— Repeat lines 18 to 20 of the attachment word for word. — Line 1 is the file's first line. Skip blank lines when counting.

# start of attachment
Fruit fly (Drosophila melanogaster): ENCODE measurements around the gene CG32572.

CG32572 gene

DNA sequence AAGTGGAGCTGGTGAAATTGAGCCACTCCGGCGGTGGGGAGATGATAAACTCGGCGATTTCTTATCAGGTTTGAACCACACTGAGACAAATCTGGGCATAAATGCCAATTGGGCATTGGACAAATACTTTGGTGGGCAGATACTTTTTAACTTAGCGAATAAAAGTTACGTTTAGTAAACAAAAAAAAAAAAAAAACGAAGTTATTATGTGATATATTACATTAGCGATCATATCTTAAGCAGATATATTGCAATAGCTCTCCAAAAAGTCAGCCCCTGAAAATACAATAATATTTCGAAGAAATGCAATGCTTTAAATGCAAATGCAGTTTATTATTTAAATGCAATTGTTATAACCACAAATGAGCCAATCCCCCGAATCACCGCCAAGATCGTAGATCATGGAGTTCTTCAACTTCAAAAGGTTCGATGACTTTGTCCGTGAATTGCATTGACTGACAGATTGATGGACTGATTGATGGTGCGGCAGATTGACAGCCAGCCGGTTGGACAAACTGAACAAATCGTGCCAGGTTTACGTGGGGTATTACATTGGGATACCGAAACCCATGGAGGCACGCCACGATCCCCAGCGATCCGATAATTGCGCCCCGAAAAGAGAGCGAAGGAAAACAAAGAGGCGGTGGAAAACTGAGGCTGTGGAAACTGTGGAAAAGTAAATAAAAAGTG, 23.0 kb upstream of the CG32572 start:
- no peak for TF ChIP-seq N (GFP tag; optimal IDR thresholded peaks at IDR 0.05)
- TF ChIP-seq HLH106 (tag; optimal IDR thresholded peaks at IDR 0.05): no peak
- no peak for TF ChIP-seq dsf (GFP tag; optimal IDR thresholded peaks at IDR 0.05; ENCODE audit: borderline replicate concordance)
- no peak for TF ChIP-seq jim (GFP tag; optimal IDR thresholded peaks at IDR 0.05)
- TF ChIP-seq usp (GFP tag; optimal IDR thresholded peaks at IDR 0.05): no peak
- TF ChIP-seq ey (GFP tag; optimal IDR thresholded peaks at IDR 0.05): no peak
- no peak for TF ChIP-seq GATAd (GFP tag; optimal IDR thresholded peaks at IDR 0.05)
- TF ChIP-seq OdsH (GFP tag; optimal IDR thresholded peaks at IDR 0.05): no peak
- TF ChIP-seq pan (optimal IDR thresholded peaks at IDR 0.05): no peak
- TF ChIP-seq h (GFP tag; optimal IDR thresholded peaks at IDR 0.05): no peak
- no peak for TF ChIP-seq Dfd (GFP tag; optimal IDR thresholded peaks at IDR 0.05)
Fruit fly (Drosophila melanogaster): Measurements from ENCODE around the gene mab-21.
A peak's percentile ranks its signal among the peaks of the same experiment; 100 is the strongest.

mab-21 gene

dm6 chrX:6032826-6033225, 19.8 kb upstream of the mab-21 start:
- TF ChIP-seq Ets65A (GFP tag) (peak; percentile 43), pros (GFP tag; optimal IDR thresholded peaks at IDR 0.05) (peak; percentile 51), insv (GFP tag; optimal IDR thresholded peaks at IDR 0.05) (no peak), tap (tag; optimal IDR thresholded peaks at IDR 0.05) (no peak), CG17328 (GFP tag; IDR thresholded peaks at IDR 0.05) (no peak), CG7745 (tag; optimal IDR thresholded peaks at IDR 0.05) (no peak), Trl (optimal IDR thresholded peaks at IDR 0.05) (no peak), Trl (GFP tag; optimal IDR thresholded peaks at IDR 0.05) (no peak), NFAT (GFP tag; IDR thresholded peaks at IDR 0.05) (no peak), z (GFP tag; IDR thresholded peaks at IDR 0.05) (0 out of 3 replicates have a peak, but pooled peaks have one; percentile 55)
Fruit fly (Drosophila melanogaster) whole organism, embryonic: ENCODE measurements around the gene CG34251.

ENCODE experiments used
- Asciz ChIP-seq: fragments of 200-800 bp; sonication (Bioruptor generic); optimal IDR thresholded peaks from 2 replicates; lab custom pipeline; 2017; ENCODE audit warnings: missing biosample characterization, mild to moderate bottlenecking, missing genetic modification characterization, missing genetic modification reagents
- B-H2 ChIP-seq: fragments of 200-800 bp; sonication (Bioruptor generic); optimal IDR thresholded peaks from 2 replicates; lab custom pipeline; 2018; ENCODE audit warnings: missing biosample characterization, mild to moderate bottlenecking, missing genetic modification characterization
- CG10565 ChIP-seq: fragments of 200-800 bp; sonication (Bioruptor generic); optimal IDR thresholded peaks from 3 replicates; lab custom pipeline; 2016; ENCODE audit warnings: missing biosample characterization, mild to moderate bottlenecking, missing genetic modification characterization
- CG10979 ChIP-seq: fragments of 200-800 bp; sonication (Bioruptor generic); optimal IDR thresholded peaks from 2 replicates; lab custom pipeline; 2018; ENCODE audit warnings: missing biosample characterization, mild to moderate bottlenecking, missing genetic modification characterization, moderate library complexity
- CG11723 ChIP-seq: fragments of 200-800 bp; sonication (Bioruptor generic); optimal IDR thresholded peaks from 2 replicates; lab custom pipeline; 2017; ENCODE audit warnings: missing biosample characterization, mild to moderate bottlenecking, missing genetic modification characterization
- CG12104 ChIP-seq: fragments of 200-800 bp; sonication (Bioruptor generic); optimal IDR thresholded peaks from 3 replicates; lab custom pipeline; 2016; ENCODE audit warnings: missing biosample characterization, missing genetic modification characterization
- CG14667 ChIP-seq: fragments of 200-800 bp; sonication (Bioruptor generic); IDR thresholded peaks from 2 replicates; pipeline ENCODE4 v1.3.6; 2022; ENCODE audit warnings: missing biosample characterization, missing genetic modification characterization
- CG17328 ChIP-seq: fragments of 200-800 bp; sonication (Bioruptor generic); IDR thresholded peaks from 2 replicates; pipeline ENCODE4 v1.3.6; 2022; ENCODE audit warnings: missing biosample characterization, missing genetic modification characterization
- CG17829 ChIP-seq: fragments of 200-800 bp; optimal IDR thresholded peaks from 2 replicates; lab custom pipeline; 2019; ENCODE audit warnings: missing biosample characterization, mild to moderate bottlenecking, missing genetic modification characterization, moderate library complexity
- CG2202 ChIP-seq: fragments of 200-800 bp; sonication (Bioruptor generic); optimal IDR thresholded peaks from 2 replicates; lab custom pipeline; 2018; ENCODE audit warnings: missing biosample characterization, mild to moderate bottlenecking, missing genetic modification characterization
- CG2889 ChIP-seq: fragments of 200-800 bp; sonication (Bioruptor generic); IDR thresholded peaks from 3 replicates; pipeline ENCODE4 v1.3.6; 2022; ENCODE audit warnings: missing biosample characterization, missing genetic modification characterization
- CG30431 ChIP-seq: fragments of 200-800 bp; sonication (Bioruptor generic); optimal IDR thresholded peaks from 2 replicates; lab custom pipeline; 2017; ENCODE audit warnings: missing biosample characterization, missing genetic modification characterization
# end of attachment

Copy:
dm6 chrX:6032826-6033225, 19.8 kb upstream of the mab-21 start:
- TF ChIP-seq Ets65A (GFP tag) (peak; percentile 43), pros (GFP tag; optimal IDR thresholded peaks at IDR 0.05) (peak; percentile 51), insv (GFP tag; optimal IDR thresholded peaks at IDR 0.05) (no peak), tap (tag; optimal IDR thresholded peaks at IDR 0.05) (no peak), CG17328 (GFP tag; IDR thresholded peaks at IDR 0.05) (no peak), CG7745 (tag; optimal IDR thresholded peaks at IDR 0.05) (no peak), Trl (optimal IDR thresholded peaks at IDR 0.05) (no peak), Trl (GFP tag; optimal IDR thresholded peaks at IDR 0.05) (no peak), NFAT (GFP tag; IDR thresholded peaks at IDR 0.05) (no peak), z (GFP tag; IDR thresholded peaks at IDR 0.05) (0 out of 3 replicates have a peak, but pooled peaks have one; percentile 55)
Fruit fly (Drosophila melanogaster) whole organism, embryonic: ENCODE measurements around the gene CG34251.